-No, you still need to come to buy dollars.

-And how much can I buy at once?


“Then this was a waste of time. I’ll still need to come to the bank twice before I can send money to the US, by then it will be at least the 12th of the month and the transaction takes 3 to 4 days!” I almost yelled. “Yes, but you won’t have to pay as much and you won’t need a Chinese teacher to come with you!” The coordinator almost yelled back.

It was the 10th of the month so I told them I needed to buy the first 500 dollars immediately. “You don’t have enough funds.” “But it’s the 10th! The school has to deposit our salary on the 10th!” The coordinator said they would make the deposit later that day.


The First Transaction

Saturday afternoon I went to the bank to buy the first U$500 with a feeling of independence, knowing I wouldn’t need any help or intrusion again. I filled out the two forms they gave me, then sat in front of the clerk’s window, gave her the forms, passport, and bank card. She grabbed everything together, wrinkled the forms, folded my passport, then tossed everything in front of her. I swallowed. That’s my passport. She reviewed every page for a long time, opened my passport, the American page… the Chinese visa… and tossed it again. “Sorry, again this paper, please.” She gave me back one of the forms. When I gave her the forms back, she didn’t shred the old one, just tore it up in half. She kept looking at my passport, her computer screen, and occasionally talked to another teller. “You changed your passport?” She asked.

“No this is the only passport I’ve had.”

“You renewed your passport recently maybe?”

“No, this is my only American passport, never changed it, never renewed it.”

“Sorry, there is problem. Please go next teller.”

The Next Teller

The female client seated at the next counter was open-mouth chomping her lunch hard while watching a loud video on her cell phone, no earphones. The client that had the next number stood quickly in front of me and I moved to the side anticipating a fight. Fortunately, her number began flashing on the other window and I could have access to the teller who repeated the sequence. Looked at my passport, turned the pages, looked at the screen… In the end, the purchase of the first 500 dollars was successful. I left. Tired.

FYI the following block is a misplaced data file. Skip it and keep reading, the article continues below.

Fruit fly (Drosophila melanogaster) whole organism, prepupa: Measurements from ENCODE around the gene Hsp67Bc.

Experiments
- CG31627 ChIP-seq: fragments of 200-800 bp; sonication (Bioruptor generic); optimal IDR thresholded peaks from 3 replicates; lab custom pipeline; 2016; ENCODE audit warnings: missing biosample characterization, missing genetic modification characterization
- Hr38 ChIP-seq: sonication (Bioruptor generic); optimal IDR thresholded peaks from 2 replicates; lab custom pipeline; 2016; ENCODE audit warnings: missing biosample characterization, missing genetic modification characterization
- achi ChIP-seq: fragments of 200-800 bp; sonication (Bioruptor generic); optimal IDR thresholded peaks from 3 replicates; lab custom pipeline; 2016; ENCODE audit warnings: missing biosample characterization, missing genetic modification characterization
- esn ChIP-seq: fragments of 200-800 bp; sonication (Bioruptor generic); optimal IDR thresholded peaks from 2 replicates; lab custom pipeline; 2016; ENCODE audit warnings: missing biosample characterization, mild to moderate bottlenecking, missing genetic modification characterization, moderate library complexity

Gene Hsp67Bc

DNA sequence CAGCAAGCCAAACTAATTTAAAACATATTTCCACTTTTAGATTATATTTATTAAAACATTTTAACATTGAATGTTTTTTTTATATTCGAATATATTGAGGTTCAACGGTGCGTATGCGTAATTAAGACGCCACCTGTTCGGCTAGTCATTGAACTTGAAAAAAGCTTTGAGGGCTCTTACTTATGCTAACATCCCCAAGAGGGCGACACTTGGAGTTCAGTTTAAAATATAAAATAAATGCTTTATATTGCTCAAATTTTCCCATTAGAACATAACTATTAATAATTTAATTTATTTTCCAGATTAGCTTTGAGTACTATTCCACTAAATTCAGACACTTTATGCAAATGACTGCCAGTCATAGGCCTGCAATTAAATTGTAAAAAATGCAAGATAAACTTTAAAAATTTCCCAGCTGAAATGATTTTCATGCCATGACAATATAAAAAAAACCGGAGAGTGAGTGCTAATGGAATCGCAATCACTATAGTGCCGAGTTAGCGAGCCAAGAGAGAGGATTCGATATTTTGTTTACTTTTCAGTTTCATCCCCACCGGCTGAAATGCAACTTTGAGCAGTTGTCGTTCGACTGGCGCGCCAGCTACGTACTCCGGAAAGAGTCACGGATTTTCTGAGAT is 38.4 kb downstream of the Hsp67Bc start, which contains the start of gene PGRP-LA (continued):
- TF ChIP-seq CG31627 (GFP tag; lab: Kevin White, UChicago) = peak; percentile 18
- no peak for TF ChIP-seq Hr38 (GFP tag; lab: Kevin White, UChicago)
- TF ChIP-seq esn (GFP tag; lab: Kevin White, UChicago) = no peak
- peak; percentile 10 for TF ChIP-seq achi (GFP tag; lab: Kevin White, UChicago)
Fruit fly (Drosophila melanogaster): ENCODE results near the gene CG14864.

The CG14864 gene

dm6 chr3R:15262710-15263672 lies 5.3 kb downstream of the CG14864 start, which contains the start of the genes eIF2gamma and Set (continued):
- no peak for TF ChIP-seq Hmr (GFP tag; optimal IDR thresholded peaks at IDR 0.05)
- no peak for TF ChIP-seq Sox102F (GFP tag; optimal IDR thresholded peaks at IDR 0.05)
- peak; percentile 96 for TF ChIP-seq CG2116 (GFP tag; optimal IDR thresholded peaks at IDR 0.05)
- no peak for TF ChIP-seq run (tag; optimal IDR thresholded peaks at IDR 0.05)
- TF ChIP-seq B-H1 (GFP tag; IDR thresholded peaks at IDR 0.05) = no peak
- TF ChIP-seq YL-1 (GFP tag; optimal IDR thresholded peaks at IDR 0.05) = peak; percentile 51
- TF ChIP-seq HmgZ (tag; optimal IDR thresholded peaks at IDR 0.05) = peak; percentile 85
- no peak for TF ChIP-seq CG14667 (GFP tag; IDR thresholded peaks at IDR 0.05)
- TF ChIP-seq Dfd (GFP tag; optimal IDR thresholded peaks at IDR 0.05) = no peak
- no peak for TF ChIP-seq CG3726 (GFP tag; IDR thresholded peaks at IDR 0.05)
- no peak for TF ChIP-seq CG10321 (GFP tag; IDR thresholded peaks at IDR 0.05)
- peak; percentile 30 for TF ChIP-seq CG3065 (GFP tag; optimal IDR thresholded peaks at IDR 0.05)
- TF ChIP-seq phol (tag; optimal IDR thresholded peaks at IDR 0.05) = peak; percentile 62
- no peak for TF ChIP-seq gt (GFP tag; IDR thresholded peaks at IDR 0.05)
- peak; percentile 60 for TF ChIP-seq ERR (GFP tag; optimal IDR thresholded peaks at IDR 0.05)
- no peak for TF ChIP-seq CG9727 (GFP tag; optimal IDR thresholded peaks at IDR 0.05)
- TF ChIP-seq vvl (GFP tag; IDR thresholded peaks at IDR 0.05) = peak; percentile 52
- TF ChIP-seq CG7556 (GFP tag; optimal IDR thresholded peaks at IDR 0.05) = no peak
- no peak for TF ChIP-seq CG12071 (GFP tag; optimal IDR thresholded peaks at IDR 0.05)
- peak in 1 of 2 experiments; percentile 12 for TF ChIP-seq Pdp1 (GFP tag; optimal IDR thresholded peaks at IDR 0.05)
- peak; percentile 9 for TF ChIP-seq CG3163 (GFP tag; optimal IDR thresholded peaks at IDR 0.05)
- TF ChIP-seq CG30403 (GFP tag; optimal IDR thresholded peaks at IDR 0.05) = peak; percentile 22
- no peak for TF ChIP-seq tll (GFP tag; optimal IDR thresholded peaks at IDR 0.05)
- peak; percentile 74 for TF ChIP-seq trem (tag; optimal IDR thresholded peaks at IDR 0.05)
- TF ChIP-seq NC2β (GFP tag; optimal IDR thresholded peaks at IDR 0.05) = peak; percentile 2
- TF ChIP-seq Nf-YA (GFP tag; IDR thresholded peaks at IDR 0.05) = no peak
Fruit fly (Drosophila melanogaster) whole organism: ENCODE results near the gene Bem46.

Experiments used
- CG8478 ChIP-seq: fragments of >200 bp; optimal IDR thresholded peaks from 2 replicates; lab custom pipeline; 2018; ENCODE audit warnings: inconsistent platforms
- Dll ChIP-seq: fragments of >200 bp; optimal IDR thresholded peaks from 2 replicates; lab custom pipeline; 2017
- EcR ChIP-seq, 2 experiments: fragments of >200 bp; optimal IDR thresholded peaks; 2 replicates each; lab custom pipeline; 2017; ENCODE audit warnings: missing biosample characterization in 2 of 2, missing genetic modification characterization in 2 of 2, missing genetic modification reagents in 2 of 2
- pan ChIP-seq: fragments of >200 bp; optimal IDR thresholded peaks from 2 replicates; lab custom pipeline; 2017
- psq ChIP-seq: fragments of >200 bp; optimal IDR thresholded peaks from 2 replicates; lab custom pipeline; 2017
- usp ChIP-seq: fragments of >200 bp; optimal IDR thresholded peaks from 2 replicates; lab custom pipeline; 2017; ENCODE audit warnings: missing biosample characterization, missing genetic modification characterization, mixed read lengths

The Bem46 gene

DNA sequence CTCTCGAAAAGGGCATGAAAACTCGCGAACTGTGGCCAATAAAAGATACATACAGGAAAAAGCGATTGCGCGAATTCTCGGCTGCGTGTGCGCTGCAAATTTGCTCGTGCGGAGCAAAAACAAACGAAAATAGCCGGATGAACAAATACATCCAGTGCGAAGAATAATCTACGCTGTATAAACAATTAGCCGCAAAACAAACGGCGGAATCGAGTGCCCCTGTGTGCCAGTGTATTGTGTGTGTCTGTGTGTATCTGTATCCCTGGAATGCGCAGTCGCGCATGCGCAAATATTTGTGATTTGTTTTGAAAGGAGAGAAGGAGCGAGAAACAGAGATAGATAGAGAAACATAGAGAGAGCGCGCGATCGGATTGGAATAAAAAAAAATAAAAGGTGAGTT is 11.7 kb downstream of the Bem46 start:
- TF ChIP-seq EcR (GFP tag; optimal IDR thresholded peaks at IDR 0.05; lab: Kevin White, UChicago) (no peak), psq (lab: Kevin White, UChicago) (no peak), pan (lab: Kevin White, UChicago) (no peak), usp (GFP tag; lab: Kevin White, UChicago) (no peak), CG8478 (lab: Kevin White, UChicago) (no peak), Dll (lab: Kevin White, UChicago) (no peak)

The Second Transaction

Our coordinator let me go to the bank on Monday morning. I arrived twenty minutes before they opened. I was alone standing at the bank gate when the bank’s armored truck parked in front of me. After they were inside for a few minutes I risked to enter, but one of the tellers told me to wait until the guards finished unloading the money. They left and three more people came and stood behind me. I appreciated them respecting me being there first, until the woman who was second stepped inside the bank. I yelled, “Hey, I was here first!” She stepped back, but stood in front of me. I looked at her and told her again, “I was here first!” signaling to stand behind me with my left thumb. She nodded, but didn’t move. Immediately after we got the green light, she rushed to the ticket machine, printed ticket number one, gave me ticket number two, and sat down! I was astonished! How did she dare!? I wish I knew the Chinese words to tell her to f#@&#$ herself!! But, I don’t curse, so I’m glad I know so little Mandarin right now. For a moment I thought, they’d open at least two windows so we’d make our respective transactions at the same time. But they only opened one. She went first, and she had a big withdrawal to make. I saw the packages of money being given to her and I was seeing red because I couldn’t believe this woman had cut in front of me so “smoothly.” My turn came twenty minutes later. I could buy the $500, but I was furious.  I went to the gym and after that, I needed a little retail therapy.

The Transfer

I opened the bank’s website, but as in previous attempts, it closed a few minutes later. I was using my VPN (the one I need to make my internet access private and be able to open Yahoo and Facebook), but since it was a Chinese site I decided to open it without the VPN, and it worked, but it didn’t accept my address, ergo, I couldn’t make the transfer. I asked our coordinator for help, she changed the language to Chinese and started to type, which made me feel I had lost control again. It didn’t work for her either. I had to make 162 progress reports, print them, and sign them, I really didn’t have time for her to try, and try unsuccessfully. I told her to stop though she truly wanted to help, but it was precious time I didn’t have.

I went back to the bank with my laptop. I was standing when one teller opened the site for me. The other tellers came by the bucketload to see what she was doing, comment and laugh among them. Another client came, he started making his transaction, I moved my computer to the side so this client wouldn’t see my information, but the teller didn’t catch on that as she even showed this client that she was trying to do my transfer. I was transpiring and breathing fast. The lack of privacy in China is unbelievable.